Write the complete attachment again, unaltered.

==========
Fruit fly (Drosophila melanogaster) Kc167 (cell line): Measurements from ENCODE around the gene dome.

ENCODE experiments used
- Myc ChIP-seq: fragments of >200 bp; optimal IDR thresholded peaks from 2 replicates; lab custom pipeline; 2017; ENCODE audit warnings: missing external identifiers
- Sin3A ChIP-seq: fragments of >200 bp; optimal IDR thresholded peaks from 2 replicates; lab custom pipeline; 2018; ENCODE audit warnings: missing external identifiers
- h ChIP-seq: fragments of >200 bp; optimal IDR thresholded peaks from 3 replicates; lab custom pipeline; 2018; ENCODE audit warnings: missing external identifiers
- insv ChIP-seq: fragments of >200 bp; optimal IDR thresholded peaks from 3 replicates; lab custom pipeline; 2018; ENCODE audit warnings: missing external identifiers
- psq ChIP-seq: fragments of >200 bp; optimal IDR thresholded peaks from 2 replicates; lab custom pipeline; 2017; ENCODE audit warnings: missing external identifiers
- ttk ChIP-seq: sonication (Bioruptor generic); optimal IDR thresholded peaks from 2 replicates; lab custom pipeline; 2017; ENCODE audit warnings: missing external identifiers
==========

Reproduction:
Fruit fly (Drosophila melanogaster) Kc167 (cell line): Measurements from ENCODE around the gene dome.

ENCODE experiments used
- Myc ChIP-seq: fragments of >200 bp; optimal IDR thresholded peaks from 2 replicates; lab custom pipeline; 2017; ENCODE audit warnings: missing external identifiers
- Sin3A ChIP-seq: fragments of >200 bp; optimal IDR thresholded peaks from 2 replicates; lab custom pipeline; 2018; ENCODE audit warnings: missing external identifiers
- h ChIP-seq: fragments of >200 bp; optimal IDR thresholded peaks from 3 replicates; lab custom pipeline; 2018; ENCODE audit warnings: missing external identifiers
- insv ChIP-seq: fragments of >200 bp; optimal IDR thresholded peaks from 3 replicates; lab custom pipeline; 2018; ENCODE audit warnings: missing external identifiers
- psq ChIP-seq: fragments of >200 bp; optimal IDR thresholded peaks from 2 replicates; lab custom pipeline; 2017; ENCODE audit warnings: missing external identifiers
- ttk ChIP-seq: sonication (Bioruptor generic); optimal IDR thresholded peaks from 2 replicates; lab custom pipeline; 2017; ENCODE audit warnings: missing external identifiers